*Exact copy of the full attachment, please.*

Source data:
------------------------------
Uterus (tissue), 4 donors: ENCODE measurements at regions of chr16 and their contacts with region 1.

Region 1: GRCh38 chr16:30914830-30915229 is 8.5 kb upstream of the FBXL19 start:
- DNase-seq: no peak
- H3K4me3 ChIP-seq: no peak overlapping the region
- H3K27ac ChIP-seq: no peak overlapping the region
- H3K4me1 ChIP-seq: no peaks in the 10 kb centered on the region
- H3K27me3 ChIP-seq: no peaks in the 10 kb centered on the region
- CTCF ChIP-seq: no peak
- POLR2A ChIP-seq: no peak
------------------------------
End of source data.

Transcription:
Uterus (tissue), 4 donors: ENCODE measurements at regions of chr16 and their contacts with region 1.

Region 1: GRCh38 chr16:30914830-30915229 is 8.5 kb upstream of the FBXL19 start:
- DNase-seq: no peak
- H3K4me3 ChIP-seq: no peak overlapping the region
- H3K27ac ChIP-seq: no peak overlapping the region
- H3K4me1 ChIP-seq: no peaks in the 10 kb centered on the region
- H3K27me3 ChIP-seq: no peaks in the 10 kb centered on the region
- CTCF ChIP-seq: no peak
- POLR2A ChIP-seq: no peak